- State parks near Zion: These state parks get overlooked a lot in the shadow of Zion, Martineau said. They are less busy and provide a lot of unique and stunning natural scenes.
Capturing the essence of Utah
For photographers seeking to capture the essence of Utah and what it has to offer, Martineau thinks shooting the big 5 national parks, red rock scenery, and mountains along the Wasatch Front will provide a comprehensive illustration of the state.
“Canyonlands is a great spot to hit if you’re trying to get unique red rock shots and capture that part of Utah,” he explained.
When to shoot?
“Personally, I like blue hour,” Martineau said. Blue hour encompasses the time during the hour before sunrise and the hour after sunset when the faint glow from the sun casts a stark blue light on natural scenes.
He also likes to take photos during the golden hour, which is one hour after sunrise and one hour before sunset. The golden and colorful tones of the sun on the horizon bathes landscapes in a soft, warm glow. Photos at this time of day have smooth and even lighting, and tend to create pleasant images.
“Any type of soft lighting is good,” Martineau said. “Whether cloud cover comes or if it’s a moody, misty day. Try and avoid harsh daylight.”
Martineau’s photography has obtained a lot of success on Instagram, but he still doesn’t believe social media is necessarily the best tool for artists. Though it is a great way to put one’s work out there and network with like-minded individuals, he believes it can limit creativity when photographers allow it to.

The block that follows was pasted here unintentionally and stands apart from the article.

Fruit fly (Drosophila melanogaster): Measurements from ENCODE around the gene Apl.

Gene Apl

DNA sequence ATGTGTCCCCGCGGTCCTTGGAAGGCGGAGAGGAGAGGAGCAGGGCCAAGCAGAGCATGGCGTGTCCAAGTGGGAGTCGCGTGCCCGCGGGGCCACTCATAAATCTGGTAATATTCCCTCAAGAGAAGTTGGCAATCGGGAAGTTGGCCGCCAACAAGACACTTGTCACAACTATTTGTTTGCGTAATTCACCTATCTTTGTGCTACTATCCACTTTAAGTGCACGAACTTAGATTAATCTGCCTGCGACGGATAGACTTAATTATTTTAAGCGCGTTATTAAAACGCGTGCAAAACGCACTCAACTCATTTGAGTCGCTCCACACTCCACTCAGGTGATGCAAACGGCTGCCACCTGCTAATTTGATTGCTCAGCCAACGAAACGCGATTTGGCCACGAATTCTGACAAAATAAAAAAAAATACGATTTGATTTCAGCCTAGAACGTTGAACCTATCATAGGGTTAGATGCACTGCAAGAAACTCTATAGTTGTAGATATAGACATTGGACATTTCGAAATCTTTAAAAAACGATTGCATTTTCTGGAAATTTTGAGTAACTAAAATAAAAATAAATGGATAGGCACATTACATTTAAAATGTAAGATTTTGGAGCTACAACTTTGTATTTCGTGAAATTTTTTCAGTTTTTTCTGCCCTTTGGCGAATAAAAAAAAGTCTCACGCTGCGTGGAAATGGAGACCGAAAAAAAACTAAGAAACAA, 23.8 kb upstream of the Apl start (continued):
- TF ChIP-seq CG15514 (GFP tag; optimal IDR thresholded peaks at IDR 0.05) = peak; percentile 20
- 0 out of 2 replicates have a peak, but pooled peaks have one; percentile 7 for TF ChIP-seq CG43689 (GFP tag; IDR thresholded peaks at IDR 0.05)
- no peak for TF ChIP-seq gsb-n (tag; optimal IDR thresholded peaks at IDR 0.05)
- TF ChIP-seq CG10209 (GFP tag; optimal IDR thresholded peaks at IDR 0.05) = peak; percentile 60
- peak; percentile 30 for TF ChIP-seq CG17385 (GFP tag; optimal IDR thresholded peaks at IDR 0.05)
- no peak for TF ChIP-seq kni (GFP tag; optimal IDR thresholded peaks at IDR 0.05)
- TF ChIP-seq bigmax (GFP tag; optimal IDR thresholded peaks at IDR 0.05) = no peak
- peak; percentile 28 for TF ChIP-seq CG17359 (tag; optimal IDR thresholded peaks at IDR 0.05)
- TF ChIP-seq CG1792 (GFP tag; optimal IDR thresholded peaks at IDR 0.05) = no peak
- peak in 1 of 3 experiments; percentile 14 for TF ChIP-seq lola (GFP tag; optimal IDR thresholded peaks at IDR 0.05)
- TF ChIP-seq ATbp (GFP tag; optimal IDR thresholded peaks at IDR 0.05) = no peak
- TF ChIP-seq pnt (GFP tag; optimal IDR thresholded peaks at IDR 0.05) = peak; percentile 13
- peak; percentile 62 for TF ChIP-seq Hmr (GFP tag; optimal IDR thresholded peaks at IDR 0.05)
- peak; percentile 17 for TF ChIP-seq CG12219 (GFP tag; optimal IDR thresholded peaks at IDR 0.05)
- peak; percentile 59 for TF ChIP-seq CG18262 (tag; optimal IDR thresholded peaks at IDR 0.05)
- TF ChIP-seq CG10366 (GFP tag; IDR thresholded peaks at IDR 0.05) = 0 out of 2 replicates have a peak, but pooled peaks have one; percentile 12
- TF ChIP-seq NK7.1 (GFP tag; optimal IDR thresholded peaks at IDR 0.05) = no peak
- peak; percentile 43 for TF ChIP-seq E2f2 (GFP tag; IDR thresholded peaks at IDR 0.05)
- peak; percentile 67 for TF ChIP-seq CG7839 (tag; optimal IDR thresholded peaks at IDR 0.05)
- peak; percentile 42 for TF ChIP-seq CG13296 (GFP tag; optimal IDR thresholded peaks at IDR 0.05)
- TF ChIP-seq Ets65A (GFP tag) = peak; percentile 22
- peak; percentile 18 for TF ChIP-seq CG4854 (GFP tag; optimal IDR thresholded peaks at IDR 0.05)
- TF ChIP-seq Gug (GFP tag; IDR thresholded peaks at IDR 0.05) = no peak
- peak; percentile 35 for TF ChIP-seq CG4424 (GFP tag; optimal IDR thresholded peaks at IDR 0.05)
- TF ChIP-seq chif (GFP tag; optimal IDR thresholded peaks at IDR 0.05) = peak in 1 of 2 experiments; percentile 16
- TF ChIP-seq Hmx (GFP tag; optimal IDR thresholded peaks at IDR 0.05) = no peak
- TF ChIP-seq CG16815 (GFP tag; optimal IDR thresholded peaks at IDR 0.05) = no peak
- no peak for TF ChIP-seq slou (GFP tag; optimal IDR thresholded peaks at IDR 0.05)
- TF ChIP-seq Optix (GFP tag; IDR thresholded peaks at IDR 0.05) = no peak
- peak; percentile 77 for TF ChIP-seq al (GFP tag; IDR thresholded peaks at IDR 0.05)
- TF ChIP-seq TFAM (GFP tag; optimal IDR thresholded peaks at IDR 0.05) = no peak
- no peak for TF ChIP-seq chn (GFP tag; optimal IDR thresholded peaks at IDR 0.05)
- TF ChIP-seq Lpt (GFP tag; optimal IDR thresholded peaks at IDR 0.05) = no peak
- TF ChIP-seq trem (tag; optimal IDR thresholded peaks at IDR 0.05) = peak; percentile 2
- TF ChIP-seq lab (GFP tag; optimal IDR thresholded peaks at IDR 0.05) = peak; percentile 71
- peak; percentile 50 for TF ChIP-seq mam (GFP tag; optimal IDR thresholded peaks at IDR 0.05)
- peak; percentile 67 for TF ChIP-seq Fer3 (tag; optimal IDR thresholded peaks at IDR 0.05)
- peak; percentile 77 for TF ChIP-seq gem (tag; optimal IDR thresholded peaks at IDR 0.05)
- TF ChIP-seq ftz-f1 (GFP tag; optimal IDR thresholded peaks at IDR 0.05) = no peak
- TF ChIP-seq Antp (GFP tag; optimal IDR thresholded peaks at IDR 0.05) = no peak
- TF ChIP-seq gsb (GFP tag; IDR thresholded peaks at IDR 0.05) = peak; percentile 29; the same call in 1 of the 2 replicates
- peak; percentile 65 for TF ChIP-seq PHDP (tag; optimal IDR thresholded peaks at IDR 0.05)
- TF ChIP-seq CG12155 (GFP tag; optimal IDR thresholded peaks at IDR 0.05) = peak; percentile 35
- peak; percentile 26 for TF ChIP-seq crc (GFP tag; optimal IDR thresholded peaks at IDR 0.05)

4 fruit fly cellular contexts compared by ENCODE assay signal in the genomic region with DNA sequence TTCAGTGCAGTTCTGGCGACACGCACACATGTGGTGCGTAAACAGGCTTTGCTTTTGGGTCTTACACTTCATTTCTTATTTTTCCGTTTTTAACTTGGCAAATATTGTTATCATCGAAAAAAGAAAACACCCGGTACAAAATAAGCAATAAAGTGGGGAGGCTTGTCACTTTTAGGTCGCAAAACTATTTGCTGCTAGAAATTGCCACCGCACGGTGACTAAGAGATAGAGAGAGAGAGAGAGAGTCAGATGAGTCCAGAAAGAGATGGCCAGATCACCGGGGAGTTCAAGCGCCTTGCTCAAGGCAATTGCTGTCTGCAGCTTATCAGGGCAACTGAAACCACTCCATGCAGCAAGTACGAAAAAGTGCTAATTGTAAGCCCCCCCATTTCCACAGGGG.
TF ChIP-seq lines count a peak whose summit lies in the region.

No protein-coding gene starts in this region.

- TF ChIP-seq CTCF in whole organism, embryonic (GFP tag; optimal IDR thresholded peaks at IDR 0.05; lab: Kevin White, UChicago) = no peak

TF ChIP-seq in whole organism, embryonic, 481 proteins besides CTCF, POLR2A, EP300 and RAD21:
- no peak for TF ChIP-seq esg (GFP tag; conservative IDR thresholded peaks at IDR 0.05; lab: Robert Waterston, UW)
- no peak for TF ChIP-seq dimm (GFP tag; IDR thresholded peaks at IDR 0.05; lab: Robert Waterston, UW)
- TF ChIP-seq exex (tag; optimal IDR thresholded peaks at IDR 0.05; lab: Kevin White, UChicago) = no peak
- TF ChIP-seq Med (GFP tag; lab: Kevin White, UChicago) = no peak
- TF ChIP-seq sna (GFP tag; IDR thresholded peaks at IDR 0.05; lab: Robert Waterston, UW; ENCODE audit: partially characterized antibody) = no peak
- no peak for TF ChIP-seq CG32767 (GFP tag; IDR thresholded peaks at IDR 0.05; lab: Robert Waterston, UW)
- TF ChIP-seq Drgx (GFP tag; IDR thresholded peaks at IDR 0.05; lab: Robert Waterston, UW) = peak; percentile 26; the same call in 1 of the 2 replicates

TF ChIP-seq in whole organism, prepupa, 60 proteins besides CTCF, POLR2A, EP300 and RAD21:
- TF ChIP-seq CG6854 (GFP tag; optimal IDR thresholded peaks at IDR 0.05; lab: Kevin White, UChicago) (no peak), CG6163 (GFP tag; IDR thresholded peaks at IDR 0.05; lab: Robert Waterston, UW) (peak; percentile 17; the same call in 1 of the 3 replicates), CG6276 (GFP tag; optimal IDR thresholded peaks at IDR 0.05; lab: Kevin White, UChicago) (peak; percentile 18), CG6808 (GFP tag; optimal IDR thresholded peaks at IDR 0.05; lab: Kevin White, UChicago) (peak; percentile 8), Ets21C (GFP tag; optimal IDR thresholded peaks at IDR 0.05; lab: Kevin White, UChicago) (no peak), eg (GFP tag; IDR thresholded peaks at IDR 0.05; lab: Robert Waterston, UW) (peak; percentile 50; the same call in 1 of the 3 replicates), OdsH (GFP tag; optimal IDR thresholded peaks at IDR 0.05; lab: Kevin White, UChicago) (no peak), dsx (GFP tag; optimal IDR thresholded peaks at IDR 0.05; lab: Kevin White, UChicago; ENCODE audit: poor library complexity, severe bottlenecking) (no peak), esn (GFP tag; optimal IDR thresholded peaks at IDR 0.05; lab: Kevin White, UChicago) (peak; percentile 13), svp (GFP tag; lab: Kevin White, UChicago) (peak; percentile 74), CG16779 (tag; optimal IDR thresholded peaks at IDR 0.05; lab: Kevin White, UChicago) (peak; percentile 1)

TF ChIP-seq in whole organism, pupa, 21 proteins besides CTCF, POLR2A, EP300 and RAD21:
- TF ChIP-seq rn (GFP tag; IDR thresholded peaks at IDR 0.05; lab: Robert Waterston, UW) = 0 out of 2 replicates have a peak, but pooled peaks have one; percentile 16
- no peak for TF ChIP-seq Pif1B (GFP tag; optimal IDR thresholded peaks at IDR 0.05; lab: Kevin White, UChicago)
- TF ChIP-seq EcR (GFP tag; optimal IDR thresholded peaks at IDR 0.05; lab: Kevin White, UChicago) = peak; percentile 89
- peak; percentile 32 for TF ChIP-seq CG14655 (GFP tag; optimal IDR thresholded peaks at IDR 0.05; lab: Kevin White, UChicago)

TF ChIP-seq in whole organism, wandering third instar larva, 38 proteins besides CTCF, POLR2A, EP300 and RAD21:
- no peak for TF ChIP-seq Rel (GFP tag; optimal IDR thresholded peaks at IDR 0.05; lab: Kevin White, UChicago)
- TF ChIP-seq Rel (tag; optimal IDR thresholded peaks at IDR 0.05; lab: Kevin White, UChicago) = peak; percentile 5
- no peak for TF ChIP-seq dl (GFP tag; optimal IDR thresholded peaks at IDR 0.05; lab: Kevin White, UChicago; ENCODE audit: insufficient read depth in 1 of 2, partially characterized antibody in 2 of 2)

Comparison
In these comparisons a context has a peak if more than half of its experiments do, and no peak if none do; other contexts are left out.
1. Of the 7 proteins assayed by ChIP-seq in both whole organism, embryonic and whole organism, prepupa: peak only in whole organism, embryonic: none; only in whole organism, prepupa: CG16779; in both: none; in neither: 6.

“It is hard in a way because a lot of people get tunnel vision from it,” he explained. “They see the same amazing shot (on social media) at all these spots and they get them in their head so that’s all they end up shooting. It happens to me too, but the more you go the more you realize that there’s so much more to it than just that one shot. Start exploring. Show up to the destination, check your angles and find the right shot yourself.”
Tips and tricks
- Get started: “Just go out and shoot as much as you can. Learn your camera like the back of your hand and don’t be afraid to put yourself out there,” Martineau said. “That hinders a lot of people these days because they’re worried about their presence on social media and hearing the word no. Just go out and do it every single day, work on your craft and things will start coming together.”
- Find a way to make images unique: With more and more people taking pictures, it’s important to find ways to make photos different. “I like showing off the scale of an environment,” Martineau said. “I add in some sort of element, whether it’s a car or a person, to show how big the objects you’re looking at are. For example, if you put a friend in front of Delicate Arch it actually looks like a 40-foot arch, whereas if you just take a photo of the arch it looks like a 10-foot dinky rock.”
Utah provides easy access to hundreds of miles of nature, all within a five hour drive of Salt Lake City. Martineau concluded, “If this is something you want to get into, just go out and do it. Tomorrow is too late.”